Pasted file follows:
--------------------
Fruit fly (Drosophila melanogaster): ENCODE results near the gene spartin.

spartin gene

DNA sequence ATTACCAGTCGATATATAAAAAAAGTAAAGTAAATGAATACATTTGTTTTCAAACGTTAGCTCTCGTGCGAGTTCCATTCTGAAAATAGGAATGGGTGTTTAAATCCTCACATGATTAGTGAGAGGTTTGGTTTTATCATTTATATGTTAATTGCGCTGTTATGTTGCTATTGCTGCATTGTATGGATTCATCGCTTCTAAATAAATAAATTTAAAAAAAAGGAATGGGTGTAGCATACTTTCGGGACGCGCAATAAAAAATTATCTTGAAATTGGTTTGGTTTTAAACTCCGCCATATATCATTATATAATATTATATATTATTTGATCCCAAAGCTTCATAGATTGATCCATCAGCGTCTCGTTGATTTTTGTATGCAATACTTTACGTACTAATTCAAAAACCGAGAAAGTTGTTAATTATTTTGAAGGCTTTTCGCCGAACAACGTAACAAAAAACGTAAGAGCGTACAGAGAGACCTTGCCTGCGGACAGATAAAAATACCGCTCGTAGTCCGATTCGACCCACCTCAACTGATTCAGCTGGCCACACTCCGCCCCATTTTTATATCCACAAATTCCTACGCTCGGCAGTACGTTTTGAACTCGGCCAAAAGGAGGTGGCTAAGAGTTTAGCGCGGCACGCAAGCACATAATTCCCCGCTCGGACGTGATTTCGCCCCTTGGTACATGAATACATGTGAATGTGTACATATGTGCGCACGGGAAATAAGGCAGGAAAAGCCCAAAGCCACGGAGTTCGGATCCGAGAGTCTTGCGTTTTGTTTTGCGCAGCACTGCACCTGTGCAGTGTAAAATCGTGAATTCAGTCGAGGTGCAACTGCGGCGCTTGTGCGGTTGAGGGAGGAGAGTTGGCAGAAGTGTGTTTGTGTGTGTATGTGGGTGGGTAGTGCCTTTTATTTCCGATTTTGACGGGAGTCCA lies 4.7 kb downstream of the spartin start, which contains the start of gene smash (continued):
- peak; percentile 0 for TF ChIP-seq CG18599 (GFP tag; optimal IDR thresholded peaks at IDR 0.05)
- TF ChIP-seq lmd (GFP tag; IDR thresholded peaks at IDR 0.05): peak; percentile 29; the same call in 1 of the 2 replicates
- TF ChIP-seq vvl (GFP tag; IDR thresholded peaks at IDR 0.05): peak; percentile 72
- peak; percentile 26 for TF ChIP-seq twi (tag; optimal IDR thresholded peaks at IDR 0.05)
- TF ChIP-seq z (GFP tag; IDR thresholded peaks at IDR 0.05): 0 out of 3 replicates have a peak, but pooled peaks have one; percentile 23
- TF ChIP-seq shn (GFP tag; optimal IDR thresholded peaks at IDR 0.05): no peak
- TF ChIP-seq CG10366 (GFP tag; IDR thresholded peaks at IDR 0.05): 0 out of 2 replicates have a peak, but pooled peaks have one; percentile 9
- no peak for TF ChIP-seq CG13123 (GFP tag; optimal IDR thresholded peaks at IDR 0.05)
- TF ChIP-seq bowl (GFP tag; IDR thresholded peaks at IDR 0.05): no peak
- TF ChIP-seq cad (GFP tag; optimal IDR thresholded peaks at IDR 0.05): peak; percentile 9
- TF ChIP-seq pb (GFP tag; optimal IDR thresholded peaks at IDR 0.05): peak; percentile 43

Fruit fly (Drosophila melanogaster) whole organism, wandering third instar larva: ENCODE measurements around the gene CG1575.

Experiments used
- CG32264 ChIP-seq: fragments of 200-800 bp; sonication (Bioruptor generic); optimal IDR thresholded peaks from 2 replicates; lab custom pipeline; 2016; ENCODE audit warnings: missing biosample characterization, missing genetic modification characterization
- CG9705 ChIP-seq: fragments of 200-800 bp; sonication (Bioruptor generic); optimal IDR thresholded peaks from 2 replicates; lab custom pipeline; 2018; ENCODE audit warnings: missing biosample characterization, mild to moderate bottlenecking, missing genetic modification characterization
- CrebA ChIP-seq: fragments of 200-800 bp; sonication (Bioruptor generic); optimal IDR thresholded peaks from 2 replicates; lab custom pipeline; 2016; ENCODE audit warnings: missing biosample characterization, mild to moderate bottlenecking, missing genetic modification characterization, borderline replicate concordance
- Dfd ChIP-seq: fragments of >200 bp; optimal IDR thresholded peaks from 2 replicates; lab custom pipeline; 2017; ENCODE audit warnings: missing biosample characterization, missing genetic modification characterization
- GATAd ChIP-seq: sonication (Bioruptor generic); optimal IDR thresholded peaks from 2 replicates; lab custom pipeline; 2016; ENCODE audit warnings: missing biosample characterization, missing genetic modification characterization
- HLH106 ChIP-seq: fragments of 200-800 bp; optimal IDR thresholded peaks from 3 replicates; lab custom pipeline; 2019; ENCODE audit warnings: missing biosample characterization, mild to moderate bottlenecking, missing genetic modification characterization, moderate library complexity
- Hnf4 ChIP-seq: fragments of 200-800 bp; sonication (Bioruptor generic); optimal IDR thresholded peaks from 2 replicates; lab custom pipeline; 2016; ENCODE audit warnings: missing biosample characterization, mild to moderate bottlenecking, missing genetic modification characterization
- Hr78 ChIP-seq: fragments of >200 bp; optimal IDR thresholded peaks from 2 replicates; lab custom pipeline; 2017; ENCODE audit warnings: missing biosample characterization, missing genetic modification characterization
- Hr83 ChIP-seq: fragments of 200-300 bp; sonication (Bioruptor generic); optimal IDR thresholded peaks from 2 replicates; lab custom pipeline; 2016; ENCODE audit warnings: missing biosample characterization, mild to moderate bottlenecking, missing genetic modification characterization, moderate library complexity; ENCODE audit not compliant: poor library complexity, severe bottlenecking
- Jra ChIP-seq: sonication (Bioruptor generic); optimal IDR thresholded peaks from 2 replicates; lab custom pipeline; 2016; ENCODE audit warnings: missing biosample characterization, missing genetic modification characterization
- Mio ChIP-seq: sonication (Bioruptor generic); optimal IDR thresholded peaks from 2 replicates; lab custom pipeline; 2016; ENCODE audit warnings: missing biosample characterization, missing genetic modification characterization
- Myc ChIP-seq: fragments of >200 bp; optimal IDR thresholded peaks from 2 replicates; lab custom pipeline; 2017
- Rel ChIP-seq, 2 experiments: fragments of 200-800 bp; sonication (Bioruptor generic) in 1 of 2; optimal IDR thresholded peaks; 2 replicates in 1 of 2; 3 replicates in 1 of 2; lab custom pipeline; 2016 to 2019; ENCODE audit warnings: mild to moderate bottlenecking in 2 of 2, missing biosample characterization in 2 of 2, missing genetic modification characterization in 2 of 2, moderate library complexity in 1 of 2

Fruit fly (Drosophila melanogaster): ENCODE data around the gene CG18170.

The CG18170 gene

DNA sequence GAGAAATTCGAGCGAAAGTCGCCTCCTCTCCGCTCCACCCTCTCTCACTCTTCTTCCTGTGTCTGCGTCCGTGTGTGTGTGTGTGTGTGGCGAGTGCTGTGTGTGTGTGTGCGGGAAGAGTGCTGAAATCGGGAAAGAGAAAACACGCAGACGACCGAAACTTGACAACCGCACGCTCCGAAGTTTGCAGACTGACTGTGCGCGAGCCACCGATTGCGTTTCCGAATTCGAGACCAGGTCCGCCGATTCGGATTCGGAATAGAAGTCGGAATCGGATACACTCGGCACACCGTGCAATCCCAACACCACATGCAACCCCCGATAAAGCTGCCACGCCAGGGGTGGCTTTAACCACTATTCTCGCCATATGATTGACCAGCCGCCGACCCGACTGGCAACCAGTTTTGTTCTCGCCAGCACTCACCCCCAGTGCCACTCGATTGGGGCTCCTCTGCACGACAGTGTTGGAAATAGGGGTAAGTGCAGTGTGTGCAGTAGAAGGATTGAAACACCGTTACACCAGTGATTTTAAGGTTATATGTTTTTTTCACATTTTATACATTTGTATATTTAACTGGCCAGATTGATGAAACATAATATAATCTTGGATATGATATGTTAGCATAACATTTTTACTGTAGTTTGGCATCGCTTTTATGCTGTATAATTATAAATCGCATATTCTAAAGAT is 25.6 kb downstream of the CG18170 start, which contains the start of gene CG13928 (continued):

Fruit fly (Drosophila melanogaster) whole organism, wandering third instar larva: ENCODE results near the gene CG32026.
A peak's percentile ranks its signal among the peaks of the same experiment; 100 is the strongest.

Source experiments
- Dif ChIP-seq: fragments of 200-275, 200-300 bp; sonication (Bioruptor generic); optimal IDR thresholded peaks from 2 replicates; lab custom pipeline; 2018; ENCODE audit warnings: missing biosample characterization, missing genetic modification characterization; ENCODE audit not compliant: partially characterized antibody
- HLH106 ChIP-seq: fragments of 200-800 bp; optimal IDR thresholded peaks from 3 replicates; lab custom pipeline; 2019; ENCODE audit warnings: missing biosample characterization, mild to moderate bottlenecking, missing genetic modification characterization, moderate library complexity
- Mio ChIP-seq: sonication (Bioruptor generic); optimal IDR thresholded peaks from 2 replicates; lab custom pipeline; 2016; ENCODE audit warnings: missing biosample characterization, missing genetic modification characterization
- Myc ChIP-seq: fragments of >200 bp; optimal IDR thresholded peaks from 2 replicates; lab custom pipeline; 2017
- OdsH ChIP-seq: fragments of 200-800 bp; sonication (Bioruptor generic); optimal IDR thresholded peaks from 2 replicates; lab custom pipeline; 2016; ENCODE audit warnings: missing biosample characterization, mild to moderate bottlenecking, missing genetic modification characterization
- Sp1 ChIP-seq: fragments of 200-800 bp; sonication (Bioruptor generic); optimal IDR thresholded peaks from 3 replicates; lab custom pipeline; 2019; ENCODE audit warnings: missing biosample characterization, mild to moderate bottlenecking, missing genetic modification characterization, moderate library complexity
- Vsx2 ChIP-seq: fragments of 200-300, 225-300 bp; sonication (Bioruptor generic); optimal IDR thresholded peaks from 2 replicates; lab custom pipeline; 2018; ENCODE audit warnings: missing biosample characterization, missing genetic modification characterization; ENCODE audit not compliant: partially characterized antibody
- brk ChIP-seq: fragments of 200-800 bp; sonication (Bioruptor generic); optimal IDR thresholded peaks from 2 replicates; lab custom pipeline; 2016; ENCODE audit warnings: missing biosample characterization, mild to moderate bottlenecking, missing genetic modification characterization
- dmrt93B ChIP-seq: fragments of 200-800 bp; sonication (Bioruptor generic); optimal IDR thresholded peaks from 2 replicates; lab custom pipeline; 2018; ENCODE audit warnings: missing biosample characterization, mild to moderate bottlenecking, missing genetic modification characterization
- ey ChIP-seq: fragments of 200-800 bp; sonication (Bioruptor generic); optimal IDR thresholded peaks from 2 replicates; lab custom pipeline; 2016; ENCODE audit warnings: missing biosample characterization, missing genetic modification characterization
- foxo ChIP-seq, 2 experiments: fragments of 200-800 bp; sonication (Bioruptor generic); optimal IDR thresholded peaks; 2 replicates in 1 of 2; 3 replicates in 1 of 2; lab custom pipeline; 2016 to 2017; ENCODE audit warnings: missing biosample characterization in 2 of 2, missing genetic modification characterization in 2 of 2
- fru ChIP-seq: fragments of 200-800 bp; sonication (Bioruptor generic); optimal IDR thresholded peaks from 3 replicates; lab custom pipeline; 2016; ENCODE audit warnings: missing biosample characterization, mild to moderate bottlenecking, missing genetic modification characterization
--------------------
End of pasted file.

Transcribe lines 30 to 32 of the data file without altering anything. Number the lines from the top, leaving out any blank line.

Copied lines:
Fruit fly (Drosophila melanogaster): ENCODE data around the gene CG18170.

The CG18170 gene

DNA sequence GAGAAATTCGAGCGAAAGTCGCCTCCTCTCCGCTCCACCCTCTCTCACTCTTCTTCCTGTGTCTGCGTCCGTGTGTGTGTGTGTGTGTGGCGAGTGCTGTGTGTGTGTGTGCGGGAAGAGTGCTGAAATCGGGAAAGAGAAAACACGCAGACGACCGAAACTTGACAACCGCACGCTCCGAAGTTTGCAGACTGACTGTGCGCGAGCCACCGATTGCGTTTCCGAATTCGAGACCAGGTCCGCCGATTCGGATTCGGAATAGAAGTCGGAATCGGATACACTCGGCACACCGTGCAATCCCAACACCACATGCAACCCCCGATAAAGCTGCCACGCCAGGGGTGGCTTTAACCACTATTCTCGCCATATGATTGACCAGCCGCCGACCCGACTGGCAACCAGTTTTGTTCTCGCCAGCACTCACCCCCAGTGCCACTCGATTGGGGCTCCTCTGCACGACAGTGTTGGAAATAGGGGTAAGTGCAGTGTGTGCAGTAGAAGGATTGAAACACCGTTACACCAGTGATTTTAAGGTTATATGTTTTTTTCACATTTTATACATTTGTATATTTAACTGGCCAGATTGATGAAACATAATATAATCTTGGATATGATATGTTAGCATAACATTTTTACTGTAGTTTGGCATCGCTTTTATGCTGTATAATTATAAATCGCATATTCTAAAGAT is 25.6 kb downstream of the CG18170 start, which contains the start of gene CG13928 (continued):